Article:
God places the glorious resurrection of his Son Jesus Christ our Lord in a garden because God knows that gardens are the perfect teaching tool. Gardens are born in just the same way that our new lives in Christ are born—through death and resurrection. Gardens are designed and built around a thousand little passions. Gardens take their life, get their color and bring fruit out of new life emerging from little tombs. Every time a gardener punches a hole in the soil, and drops a dead seed into that hole, the gardener has created a tomb, placed a dead lifeless thing into it, and sealed the tomb. What better frame could God provide for the most spectacular event, the most important event in the history of the world? In the garden Jesus’ resurrection makes perfect sense.

But seeing it for the first time, who would believe that placing a dead seed in a dead hole and covering it with dead dirt would generate life? That after a few days new life would come bursting out of the dead ground? It is beyond comprehension and yet we all know it is true. We can’t understand it but we see it happening all around us. We say it is too fantastic that Jesus should rise from the dead. Doubters think the resurrection claims are absurd, and yet how many of us will be planting seeds in our gardens over the next few weeks expecting plants to emerge—not hoping beyond hope that a miracle might occur but fully convinced that a plant will spring forth out of the dead ground precisely where we buried it?

Mary came to the tomb expecting to find death—or whatever it is we find when we focus our attention on death. And when she does not find the remains she sought, she begins to look around for them someplace else. She recruits help. The help looks and confirms what she already knows and they quickly abandon the project and return to their homes but not Mary. Mary is so devoted to finding the dead body of Jesus that when she sees Jesus alive, and he is standing right there with her, she does not even recognize him. She is so convinced that he is dead that she thinks he must be someone else. Why do we find it so difficult to believe? Why are we so devoted to making death an absolute that can not be overcome? I don’t have the answer. I only know that even the great saints who have devoted their lives to cultivating a relationship with Jesus and who know him intimately, are awestruck and overwhelmed by death, just like Mary. We all are. We are devoted to the idea that death is an absolute. And so Mary doesn’t recognize Jesus.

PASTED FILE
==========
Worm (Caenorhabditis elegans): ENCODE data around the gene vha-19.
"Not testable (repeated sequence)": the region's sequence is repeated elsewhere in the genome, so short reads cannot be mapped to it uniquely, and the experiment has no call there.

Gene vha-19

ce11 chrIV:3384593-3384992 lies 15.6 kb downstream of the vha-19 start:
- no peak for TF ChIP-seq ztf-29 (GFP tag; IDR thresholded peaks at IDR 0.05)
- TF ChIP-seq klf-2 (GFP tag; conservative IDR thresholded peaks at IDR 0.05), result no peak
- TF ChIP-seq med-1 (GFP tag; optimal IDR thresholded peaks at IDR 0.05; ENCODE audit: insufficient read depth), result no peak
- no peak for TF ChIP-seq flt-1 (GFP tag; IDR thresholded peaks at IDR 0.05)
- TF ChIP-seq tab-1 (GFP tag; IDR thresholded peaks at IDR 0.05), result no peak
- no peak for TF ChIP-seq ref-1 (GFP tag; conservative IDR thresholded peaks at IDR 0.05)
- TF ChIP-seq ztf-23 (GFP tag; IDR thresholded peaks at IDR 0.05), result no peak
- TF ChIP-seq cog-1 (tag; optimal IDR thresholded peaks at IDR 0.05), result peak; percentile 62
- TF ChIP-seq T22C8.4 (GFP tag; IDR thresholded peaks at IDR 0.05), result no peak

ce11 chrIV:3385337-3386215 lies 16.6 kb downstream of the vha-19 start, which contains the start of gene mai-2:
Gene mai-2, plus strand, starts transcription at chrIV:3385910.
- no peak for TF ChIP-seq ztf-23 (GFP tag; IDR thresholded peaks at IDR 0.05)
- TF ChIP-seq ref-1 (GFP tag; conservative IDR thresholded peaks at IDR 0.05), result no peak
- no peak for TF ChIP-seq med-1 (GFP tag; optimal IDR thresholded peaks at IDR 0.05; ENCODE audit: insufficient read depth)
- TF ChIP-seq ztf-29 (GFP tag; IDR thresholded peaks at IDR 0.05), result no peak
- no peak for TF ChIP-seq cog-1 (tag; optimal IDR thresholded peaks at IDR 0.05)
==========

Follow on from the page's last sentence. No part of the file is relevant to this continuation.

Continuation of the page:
Mary thinks Jesus must be a gardener—interesting—she isn’t able to recognize her Lord—but in some vague way she understands that this person standing before her is someone who is devoted to life, who designs life, who toils to cultivate life, who cares for life, and who brings life forth from the dead soil. Isn’t it ironic that even when Mary gets it wrong, even when she isn’t seeing clearly, she is still witnessing to the truth of who Jesus is? She is unaware that she stands before the resurrected Christ but she thinks the right thought—she labels him correctly. She recognizes she stands before a gardener—or rather, we might say, the One Great Gardener, the one who designs, cultivates, tends and harvests God’s Creation.

Mary does not recognize Jesus as Jesus until He speaks her name. When he speaks and says, “Mary,” then she recognizes her master’s voice. It is when the Lord speaks our name that our eyes are opened to the truth—and the truth is that we spend our lives focused on the wrong things. While we are looking at the likely possibilities and trying to understand our existence based upon the inevitability of dying—while we fear death and design around it, God is doing the impossible. God is bringing new life from dead bodies. When Jesus spoke Mary’s name, and she recognized His voice, and she gazed into his revealed face, then Mary recognized that the impossible had happened, that her Lord had risen from the grave, that his claim that he would be resurrected was true, that life really does triumph over death, that in the hands of the Master Gardener we can hope to spring forth from dead ground.

We will not recognize Jesus as Jesus until He speaks our name. When he speaks our name we will see him for who he is. We will understand that in some way that we can not possibly understand, that does not fit into our world view, in a way that science can not measure, Jesus has conquered death, Jesus stands alive and well, he stands above all the fundamental systems of the universe and He acts in ways that only he can act, using means that only he can access. Jesus Christ does the impossible. And on that day we will understand that we live in a fabulous garden, designed by the Master Gardener and that God specializes in resurrection—the resurrection of his Son first, and then the resurrection of the whole world!

Alleluia, Christ is risen!
The Lord is Risen indeed. Alleluia!